California Today: The Bay Area’s ‘Bike Life’ Riders
Across the Bay Area, groups riding dirt bikes and all-terrain vehicles have been taking over bridges and freeways.
They block traffic, pop wheelies and weave wildly across lanes — often without helmets.
All in good fun?
Not to many motorists, who see the bikers as menacing, or to law enforcement officials, who have struggled to contain the growing subculture known as “bike life.”
“We’re seeing it a lot more,” said Officer Vu Williams, a California Highway Patrol spokesman in San Francisco. “Pretty much every weekend we get calls.”
In March, the urban dirt bikers drew wide attention when a group was captured on video pummeling a motorist on Highway 101 in San Francisco. There have been no arrests.
A “bike life” enthusiast in San Francisco, who spoke on condition of anonymity because of police scrutiny surrounding the activity, said the rides were not about making trouble.
“It’s a lot of people that are building a community around something that they love to do,” the man said in a phone interview.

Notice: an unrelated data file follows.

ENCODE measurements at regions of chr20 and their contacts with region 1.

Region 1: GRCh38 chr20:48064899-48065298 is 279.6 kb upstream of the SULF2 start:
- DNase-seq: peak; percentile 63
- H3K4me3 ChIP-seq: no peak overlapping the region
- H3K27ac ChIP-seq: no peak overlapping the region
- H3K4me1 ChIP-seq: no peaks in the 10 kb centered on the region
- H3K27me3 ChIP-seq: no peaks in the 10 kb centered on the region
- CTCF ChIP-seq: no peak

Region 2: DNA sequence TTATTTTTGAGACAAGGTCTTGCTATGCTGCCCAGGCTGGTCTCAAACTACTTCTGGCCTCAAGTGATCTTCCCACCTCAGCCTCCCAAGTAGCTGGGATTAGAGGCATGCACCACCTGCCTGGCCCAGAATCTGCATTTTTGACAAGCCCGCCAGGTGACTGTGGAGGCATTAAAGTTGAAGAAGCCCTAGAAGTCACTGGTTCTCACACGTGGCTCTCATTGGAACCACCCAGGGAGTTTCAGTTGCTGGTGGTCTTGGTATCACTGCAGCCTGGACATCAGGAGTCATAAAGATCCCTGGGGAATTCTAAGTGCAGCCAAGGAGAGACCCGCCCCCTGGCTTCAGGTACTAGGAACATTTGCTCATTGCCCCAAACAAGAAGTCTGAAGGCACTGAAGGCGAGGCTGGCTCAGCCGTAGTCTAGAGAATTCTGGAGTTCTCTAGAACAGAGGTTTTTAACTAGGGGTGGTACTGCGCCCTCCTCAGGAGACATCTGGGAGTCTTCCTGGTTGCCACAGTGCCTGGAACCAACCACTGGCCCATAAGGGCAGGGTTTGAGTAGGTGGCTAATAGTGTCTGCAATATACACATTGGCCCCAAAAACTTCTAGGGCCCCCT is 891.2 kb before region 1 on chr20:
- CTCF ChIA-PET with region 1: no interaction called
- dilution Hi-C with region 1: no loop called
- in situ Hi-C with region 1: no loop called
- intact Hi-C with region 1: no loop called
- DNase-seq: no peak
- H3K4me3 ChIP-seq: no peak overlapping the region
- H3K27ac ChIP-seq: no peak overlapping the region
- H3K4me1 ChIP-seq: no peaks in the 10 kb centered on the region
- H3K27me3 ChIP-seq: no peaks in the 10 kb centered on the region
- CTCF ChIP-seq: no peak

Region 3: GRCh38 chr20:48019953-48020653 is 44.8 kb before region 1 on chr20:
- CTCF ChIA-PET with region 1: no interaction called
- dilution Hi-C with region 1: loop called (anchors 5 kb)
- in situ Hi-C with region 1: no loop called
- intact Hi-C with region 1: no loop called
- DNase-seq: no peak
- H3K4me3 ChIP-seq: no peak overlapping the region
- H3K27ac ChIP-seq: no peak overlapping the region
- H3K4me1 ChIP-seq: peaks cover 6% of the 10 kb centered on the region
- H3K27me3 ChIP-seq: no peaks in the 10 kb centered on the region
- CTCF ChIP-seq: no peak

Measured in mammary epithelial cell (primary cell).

Asked about the highway attack, he bristled at the news media’s labeling of the group as a gang and suggested the riders had been provoked.
Urban dirt biking has surged in the Bay Area over the last five years. The phenomenon has been linked to Baltimore, where inner city dirt bikers were the subject of the 2013 documentary “12 O’Clock Boys.”
The Bay Area riders aren’t to be confused with another motorcycle subculture that is built around supermoto bikes, nimble two-wheelers that can navigate both dirt and pavement.
Supermotos look similar to dirt bikes, and their owners also go on group rides around the Bay Area.
A few differences:
— The dirt bikers are more associated with acrobatics, known as stunting, whereas supermoto was born out of racing.
— Unlike many of the dirt bikes, the supermotos are usually street legal.
— Supermoto riders are seen as less brazen.
“Generally, they don’t break the law,” said Gabriel Ets-Hokin, a Bay Area-based motorcycle journalist. “It’s a very different thing.”
Still, the distinctions may be lost on motorists who find any swarm of motorcycles disconcerting.
Supermoto riders are mostly drawn to “carving the hills,” said Liza Miller, host of the Motorcycles and Misfits podcast in Santa Cruz. But occasionally, they speed, blow through red lights or jump railroad tracks.
“I can tell you,” she added, when you get on a supermoto, “you get that feeling like you just want to do bad things.”